If we can figure out a way of clearing out the current backlog on Stack Overflow, I would be open to including this additional information.

Traditionally, we only ship data that is visible in the UI. To get such close/reopen data you would need to scrape the site daily as a high rep user. I am not sure this fits into the current mould and am not convinced of the value this additional data would provide.

Further more, if we are allowing this, why not also send through standard deleted upvotes/downvotes/accepts. A similar argument could be made for releasing this information.

also for the record... there are less than 10k questions that have no close votes active, yet had more than 1 close vote active.

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    If we could see the data in SEDE, patterns might become apparent that would point out questions that that could safely be closed with fewer votes -- just as SEDE queries have helped identify flag-worthy posts. Fewer votes needed, or potential new algorithms for auto-closure, could cut into that 40K backlog. Feb 3, 2012 at 3:15
  • Yeah, what Brock says. There needs to be a way to verify (or disprove) suspicions about the voting behaviour with hard data, otherwise suggestions in that direction will never be taken seriously.
    – Pekka
    Feb 3, 2012 at 10:00
  • @Pekka'sOrganicRepFarm my points here are quite simple and, I think, reasonable. 1) help us figure out how to deal with the 40k backlog on SO first... it is the first problem we need to solve. 2) this opens up the door to requiring we release deleted up/down/accepted votes ... this worries me.
    – waffles
    Feb 3, 2012 at 10:29
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    also for the record ... there are less than 10k questions that have no close votes active, yet had more than 1 close vote active.
    – waffles
    Feb 3, 2012 at 10:31
  • @waffles I don't really see how the two are connected. I was thinking about suggesting lowering the number of required close votes from 5 to 4. If applied retroactively, that would help fix the backlog. But without any historical data, how am I to back up the suggestion?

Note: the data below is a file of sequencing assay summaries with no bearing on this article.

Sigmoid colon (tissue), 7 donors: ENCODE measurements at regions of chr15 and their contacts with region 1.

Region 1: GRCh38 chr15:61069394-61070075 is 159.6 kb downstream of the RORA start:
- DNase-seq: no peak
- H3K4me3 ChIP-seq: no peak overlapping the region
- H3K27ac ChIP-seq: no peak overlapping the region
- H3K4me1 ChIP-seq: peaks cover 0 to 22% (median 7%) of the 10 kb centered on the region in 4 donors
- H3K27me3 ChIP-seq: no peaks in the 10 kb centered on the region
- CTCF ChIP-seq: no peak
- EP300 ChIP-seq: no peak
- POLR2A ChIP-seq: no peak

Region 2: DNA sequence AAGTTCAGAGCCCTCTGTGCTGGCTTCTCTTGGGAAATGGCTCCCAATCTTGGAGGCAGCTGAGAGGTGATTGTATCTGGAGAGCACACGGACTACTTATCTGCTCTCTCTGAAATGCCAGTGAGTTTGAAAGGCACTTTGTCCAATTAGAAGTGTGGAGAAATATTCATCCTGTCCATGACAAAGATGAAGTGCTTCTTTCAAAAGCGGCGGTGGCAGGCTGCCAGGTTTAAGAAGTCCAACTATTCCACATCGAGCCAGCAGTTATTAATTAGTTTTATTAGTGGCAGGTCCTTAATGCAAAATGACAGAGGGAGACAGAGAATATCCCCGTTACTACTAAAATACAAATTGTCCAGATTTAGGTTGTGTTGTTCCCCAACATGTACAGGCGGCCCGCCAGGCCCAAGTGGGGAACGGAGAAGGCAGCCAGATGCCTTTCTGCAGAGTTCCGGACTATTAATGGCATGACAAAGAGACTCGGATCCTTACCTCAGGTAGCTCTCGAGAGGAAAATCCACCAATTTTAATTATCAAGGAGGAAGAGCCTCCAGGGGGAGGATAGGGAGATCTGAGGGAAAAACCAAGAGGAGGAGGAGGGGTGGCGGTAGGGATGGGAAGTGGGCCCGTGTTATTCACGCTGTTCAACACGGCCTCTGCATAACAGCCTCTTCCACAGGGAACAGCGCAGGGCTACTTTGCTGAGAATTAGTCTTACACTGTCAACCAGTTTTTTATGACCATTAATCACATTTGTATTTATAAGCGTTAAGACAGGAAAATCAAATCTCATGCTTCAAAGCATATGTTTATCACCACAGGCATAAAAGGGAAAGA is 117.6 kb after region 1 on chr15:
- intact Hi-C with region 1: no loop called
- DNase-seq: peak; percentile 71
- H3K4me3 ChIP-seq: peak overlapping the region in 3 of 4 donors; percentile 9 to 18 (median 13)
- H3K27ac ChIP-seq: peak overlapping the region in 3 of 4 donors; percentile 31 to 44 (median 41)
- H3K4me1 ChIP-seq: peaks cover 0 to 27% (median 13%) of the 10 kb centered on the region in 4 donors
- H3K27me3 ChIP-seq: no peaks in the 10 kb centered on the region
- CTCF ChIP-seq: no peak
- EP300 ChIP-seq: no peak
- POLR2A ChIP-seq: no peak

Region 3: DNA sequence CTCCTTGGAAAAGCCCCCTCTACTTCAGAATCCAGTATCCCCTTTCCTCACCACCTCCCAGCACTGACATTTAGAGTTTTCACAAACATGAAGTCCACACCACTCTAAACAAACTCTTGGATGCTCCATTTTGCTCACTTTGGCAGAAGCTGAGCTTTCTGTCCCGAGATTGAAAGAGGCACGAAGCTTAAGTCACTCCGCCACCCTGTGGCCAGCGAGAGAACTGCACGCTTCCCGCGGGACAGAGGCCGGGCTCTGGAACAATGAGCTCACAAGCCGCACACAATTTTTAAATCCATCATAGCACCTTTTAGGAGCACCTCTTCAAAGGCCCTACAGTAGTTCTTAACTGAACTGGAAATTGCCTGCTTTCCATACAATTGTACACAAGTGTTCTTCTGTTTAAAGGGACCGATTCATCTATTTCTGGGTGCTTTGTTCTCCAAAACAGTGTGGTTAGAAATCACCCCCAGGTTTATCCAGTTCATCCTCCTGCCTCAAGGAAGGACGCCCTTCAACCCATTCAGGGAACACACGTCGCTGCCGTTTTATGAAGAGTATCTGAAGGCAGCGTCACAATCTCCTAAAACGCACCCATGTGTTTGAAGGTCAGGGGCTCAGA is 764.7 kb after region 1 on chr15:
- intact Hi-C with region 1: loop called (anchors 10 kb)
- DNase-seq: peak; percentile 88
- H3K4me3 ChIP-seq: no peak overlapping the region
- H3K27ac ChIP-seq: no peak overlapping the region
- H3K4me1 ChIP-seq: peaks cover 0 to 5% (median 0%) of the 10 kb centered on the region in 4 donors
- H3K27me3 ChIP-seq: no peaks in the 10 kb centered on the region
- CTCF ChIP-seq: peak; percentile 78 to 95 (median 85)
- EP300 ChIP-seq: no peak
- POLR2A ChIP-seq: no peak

– Pekka
    Feb 3, 2012 at 10:32
  • @waffles ah, okay, the point you just made is very convincing - getting stats for this wouldn't help much. That's kind of the information I was looking for. Have a delicious bounty. :) I'll edit your answer
    – Pekka
    Feb 3, 2012 at 10:50
  • @waffles interested in answering this one with the data you have?
    – Pekka
    Feb 3, 2012 at 22:40

I don't have an answer to the stats suggestion, but I do have a suggestion for a simple new tool which would help solve the same underlying problem it seems you're looking to address, without making any extra data publicly available:

One possible work around to help avoid votes failing at 4 would be to have a tool (possibly in /review or the 10K tools) that lists "close/reopen votes which are about to expire". The list could be sorted by urgency, as opposed to the existing tools which sort by recency of vote or total number of votes.

This would help catch close (and reopen) votes that fail because of lack of traffic. It would be interesting to see these stats, particularly for the reopen votes since I suspect the 100 views requirement will usually have been hit before the vote to reopen has even begun.

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    I have a soft spot for the 100 views thing making it impossible to close very old questions that already attracted a ton of views. open to changing it so we require 100 views after the vote was cast ... if it sounds good ... post a meta on it
    – waffles
    Feb 3, 2012 at 1:37
  • @waffles - posted: meta.stackexchange.com/questions/121171/…
    – Flexo
    Feb 3, 2012 at 6:26

In the meantime, this SEDE query proved useful to me. It finds 'possible duplicate' comments attached to unclosed questions. Of course you get false positives, but there are many expired suggestions that look valid. Now we have the /review pages, it would be great to get these in to the workflow.

(If anyone fancies checking some of the ones in the tag it would be great, as I re-flagged them six months ago, I can't again.)


I understand where you're coming from. It seems to me that questions that should be closed will either get closed eventually or will not be noticed. But, if nobody notices them, then is it really such a problem as to worry about closing them? I don't know of any way to query for close votes, but if you really want to find bad posts to close, you can go to: https://stackoverflow.com/review

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    This is more about statistics. If it can be proven that thousands of questions "get away" because they don't accumulate the necessary number of close votes, suggestions of changes to the voting system carry more weight.
    – Pekka
    Mar 20, 2011 at 21:03
  • @Pekka'sOrganicRepFarm 40,000 questions are in limbo now, we already have enough decisions to make, if anything we need to find a way to age close votes more rapidly.
    – waffles
    Feb 3, 2012 at 1:26
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    @waffles I'm not sure whether we really understand each other here. :) As said below, actual decisions are not my point at all. I want to be able to find patterns, not primarily questions that may need closing... So for example, if there are tens of thousands of questions with two or three "too localized" votes, that might support an argument for lowering the number of close votes required from five to four. It's that kind of stats that I'm looking for
    – Pekka
    Feb 3, 2012 at 9:59